From the London Times:

'Green' lightbulbs poison workers

Hundreds of factory staff are being made ill by mercury used in bulbs destined for the West

Doctors, regulators, lawyers and courts in China - which supplies two thirds of the compact fluorescent bulbs sold in Britain - are increasingly alert to the potential impacts on public health of an industry that promotes itself as a friend of the earth but depends on highly toxic mercury.

Making the bulbs requires workers to handle mercury in either solid or liquid form because a small amount of the metal is put into each bulb to start the chemical reaction that creates light…

A survey of published specialist literature and reports by state media shows hundreds of workers at Chinese-owned factories have been poisoned by mercury over the past decade.

In one case, Foshan city officials intervened to order medical tests on workers at the Nanhai Feiyang lighting factory after receiving a petition alleging dangerous conditions, according to a report in the Nanfang Daily newspaper. The tests found 68 out of 72 workers were so badly poisoned they required hospitalisation.

A specialist medical journal, published by the health ministry, describes another compact fluorescent lightbulb factory in Jinzhou, in central China, where 121 out of 123 employees had excessive mercury levels. One man’s level was 150 times the accepted standard.

The same journal identified a compact fluorescent lightbulb factory in Anyang, eastern China, where 35% of workers suffered mercury poisoning, and industrial discharge containing the toxin went straight into the water supply.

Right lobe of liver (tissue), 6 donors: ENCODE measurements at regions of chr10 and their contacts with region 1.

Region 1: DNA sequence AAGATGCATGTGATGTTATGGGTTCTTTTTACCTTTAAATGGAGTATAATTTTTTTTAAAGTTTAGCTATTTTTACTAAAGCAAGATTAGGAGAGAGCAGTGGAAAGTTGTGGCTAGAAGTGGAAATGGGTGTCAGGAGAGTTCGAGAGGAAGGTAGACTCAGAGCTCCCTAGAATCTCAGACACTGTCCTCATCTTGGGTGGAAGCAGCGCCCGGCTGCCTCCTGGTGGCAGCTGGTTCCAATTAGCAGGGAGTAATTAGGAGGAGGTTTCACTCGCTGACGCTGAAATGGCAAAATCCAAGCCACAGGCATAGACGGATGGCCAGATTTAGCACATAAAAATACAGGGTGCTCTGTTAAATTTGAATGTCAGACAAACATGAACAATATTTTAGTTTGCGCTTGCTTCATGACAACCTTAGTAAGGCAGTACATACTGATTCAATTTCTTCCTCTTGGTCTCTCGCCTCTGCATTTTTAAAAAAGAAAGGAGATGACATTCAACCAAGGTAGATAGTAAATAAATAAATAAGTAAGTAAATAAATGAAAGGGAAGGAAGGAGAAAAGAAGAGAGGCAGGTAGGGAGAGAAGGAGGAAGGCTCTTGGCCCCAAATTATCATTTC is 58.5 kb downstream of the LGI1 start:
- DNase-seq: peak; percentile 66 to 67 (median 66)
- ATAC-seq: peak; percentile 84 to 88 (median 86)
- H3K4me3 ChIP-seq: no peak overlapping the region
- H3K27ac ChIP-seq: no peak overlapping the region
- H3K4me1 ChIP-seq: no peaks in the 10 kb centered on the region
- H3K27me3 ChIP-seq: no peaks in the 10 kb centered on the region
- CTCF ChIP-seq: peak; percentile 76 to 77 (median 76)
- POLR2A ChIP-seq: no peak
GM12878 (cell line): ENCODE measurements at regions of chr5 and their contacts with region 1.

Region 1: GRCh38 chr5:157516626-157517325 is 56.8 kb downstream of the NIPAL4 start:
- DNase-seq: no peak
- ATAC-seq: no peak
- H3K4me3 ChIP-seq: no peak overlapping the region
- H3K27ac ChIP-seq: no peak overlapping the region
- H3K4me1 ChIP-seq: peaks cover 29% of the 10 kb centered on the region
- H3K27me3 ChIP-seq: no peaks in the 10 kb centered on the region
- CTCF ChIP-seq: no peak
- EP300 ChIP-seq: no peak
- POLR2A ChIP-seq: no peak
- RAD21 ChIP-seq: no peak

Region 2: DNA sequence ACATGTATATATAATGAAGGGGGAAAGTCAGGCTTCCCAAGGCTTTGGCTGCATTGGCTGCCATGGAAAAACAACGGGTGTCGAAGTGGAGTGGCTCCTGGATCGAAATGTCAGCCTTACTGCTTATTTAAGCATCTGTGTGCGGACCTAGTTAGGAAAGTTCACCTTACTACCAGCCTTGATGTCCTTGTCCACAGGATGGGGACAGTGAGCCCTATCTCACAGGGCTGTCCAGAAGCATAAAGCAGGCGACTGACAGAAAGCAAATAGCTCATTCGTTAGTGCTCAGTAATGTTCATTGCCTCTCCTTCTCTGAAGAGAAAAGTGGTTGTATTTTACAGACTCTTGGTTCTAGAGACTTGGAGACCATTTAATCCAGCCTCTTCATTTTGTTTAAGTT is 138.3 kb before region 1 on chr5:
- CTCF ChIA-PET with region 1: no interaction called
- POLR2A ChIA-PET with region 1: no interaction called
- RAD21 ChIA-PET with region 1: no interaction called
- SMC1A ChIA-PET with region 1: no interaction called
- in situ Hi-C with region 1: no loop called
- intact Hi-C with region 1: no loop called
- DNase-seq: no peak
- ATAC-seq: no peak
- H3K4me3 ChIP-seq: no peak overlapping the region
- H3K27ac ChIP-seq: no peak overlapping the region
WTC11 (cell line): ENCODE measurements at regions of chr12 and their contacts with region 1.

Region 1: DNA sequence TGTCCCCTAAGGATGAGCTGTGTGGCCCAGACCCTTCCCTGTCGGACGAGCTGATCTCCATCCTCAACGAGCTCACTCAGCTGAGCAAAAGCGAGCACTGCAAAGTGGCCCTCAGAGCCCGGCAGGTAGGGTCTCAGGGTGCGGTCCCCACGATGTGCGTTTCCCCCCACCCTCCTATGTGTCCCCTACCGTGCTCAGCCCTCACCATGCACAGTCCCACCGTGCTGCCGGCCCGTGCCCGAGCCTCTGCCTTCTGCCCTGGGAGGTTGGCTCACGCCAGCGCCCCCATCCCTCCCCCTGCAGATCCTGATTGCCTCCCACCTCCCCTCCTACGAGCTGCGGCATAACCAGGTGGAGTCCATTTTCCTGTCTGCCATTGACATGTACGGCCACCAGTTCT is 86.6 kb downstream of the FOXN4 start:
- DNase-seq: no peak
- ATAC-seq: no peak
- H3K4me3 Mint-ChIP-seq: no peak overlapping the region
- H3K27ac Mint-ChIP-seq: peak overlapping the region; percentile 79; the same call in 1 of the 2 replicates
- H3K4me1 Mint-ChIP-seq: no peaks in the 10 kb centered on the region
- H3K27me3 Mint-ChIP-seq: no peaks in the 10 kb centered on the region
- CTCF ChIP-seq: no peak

posted on Sep, 5 2009 @ 10:08 PM

Are the new light bulbs a health risk?

Study to examine if what’s good for the environment is bad for people

Health Canada is reviewing the safety of energy-saving light bulbs to determine whether the amount of UV light and electromagnetic radiation they emit is safe. The federal government launched its study on compact fluorescent lights in December, following several public health warnings by British medical professionals.

British health officials have warned that the new bulbs could worsen existing skin conditions, like eczema and dermatitis. Skin disorders that are photosensitive could react to the more intense light of fluorescent bulbs, which emit UV rays similar to outdoor exposure levels on a sunny day. Britain’s Health Protection Agency now recommends that people should not be closer than 30 centimetres from the energy-saving variety for more than one hour per day.

Health Canada says the reason for the study was the increased use of the energy-saving bulbs. Any relation to the public health warnings in Britain is purely coincidental, says Roberta Bradley, Health Canada’s director of consumer and clinical radiation. The final results will be released in the summer 2009 or early fall.